The Ipswich players who could emerge from the shadows and offer Lambert a vital boost
PUBLISHED: 13:41 09 November 2018
Andy Warren looks at the Ipswich Town players who could emerge and offer Paul Lambert some much needed help.
It was all looking so good in pre-season, especially when the former Bristol Rovers man latched onto an Andre Dozzell through ball and found the back of the West Ham net during the Blues’ final warm-up game.
But Championship life has been tough for a young man previously mentored by Ipswich icon Marcus Stewart, prior to an ankle injury suffered in September which has stopped him in his tracks.
He’s played just 434 minutes in the league, without scoring, with those minutes all coming at a time when the lone Ipswich frontman was painfully isolated from the Blues’ midfield.
But he’s working his way back to fitness, potentially offering manager Paul Lambert a real boost at a time when striking options are thin on the ground.
Jordan Roberts was utilised as a makeshift centre forward against Preston on Saturday, with his performances offering real hope Harrison could thrive once he’s able to take the field.
Roberts’ display consisted of aerial flick-ons, hold-up play and neat flicks to get others involved, and it must be said he was supported from deep more than the Ipswich strikers were during the early weeks of the campaign.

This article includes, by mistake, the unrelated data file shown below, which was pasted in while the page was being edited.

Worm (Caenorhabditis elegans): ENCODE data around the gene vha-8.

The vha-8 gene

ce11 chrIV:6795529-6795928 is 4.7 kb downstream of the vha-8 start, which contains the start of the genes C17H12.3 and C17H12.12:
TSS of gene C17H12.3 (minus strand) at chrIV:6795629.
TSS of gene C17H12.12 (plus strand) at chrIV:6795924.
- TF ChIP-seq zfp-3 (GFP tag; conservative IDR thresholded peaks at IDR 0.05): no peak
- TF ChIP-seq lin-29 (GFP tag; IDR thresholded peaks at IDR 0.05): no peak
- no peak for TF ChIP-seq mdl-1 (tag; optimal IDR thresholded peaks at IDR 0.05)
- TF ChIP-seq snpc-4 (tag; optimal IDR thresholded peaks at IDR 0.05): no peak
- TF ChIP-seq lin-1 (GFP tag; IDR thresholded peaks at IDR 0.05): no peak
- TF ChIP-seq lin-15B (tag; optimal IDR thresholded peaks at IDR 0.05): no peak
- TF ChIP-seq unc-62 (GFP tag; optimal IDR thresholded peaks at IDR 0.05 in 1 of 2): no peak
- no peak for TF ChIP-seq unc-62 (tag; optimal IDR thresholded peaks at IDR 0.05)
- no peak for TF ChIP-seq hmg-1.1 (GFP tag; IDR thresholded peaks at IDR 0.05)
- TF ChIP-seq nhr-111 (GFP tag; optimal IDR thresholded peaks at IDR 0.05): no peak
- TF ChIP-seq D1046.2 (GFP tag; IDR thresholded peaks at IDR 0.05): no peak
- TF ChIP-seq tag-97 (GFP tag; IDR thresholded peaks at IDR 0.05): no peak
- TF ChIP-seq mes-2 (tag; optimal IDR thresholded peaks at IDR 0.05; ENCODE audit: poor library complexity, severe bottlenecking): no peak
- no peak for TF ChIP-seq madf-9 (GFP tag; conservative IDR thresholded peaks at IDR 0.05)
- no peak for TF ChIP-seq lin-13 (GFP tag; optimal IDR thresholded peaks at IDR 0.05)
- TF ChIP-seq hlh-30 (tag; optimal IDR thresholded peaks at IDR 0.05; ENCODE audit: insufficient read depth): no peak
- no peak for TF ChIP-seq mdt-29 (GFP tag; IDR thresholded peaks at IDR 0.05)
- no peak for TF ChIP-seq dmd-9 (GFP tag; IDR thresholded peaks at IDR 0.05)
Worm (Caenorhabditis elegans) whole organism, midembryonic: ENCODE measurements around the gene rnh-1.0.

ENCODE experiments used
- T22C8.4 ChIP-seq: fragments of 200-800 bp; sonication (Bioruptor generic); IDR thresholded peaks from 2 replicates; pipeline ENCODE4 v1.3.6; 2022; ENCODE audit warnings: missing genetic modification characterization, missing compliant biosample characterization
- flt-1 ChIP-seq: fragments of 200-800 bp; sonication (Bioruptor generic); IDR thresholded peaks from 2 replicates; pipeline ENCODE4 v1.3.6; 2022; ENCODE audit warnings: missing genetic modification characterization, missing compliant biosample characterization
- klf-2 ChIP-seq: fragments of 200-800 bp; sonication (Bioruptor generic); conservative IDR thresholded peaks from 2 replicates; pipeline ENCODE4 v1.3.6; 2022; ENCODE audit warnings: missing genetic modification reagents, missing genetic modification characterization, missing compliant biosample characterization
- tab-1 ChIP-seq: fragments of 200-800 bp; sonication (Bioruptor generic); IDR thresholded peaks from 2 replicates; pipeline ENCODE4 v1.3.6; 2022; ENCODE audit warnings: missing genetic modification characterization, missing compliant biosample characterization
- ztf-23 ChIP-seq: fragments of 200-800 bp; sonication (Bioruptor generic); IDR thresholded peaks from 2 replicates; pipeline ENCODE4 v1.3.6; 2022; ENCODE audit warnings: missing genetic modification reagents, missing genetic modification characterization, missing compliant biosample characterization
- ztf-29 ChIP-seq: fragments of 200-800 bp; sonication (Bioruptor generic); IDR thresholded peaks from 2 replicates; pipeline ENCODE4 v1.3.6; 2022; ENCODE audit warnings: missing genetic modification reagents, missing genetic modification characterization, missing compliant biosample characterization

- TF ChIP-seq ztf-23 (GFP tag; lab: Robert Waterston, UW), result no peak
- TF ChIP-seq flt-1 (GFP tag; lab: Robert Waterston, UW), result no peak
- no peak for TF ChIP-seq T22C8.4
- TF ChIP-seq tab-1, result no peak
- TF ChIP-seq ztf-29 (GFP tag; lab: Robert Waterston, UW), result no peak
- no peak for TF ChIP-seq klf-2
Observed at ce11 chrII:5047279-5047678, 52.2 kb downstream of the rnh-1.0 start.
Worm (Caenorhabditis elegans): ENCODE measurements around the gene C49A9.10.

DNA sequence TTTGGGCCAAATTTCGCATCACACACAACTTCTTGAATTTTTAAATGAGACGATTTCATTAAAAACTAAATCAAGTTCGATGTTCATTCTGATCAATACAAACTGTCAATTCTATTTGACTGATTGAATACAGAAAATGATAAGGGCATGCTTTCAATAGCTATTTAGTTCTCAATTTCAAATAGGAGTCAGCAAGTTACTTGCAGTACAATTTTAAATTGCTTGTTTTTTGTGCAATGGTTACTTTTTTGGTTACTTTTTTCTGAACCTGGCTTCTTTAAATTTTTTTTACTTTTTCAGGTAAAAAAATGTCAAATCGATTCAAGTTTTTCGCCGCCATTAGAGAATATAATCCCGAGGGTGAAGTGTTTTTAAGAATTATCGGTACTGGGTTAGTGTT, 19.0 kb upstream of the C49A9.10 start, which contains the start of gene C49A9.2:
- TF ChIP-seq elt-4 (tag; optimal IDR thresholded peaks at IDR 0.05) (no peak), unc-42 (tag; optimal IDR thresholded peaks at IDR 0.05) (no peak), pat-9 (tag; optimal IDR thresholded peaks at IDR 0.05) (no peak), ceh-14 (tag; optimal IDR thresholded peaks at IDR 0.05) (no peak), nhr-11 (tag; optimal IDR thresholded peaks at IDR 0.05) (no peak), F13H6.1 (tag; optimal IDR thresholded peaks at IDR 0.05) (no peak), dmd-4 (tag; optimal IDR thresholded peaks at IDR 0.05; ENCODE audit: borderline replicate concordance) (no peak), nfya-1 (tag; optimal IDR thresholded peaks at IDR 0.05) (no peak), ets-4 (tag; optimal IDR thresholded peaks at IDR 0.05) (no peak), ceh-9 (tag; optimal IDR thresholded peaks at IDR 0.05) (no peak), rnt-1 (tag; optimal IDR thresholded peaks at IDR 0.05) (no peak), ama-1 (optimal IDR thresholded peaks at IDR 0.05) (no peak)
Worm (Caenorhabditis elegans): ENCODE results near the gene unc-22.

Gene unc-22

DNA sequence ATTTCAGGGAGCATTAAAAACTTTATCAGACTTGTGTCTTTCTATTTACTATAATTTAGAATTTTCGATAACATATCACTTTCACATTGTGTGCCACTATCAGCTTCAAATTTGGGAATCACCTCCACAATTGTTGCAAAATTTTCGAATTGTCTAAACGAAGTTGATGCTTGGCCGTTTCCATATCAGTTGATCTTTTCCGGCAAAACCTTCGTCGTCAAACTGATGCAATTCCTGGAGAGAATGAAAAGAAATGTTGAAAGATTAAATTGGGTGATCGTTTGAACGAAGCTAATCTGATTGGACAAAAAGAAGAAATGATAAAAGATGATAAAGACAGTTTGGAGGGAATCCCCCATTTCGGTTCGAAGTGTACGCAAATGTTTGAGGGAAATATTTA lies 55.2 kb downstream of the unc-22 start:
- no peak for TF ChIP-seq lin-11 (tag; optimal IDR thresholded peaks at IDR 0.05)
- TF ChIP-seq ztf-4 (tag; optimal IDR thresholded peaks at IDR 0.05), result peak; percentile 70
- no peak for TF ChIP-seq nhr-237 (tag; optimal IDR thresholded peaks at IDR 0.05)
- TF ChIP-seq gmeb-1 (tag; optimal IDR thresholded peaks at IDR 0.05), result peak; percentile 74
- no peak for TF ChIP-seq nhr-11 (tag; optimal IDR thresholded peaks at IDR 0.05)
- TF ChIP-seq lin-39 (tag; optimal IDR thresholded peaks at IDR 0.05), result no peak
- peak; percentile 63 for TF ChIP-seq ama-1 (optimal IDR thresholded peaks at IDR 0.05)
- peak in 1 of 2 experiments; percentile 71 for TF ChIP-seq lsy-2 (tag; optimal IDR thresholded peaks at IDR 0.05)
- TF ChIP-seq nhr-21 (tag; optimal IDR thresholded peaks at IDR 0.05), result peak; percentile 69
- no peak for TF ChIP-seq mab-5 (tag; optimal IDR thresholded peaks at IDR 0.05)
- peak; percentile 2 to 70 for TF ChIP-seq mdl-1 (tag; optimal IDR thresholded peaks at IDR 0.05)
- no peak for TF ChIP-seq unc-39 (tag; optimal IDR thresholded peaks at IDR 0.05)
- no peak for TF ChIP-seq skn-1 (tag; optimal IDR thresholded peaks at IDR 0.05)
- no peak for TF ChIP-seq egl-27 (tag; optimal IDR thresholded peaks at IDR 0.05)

Harrison ticks all of the above boxes and more, given his close control and natural liking for the position.
Lambert is certain to add to his striking options in January but, once fit, Harrison has the potential to offer a real answer until the window opens and potentially beyond.
A clear favourite of former manager Paul Hurst, who signed him for more than £1million from former club Shrewsbury, Nolan featured in all 11 of the Blues’ games immediately after his summer arrival but has played just once in the last five.
He was the centrepiece of Hurst’s Shrewsbury side and the same was planned following his move to Ipswich but, despite showing flashes of his ability, he has yet to stamp his authority on Championship football.
He wasn’t in the matchday squad for Paul Lambert’s first game in charge and will miss out again with a dead leg but it’s clear the 26-year-old has something to offer.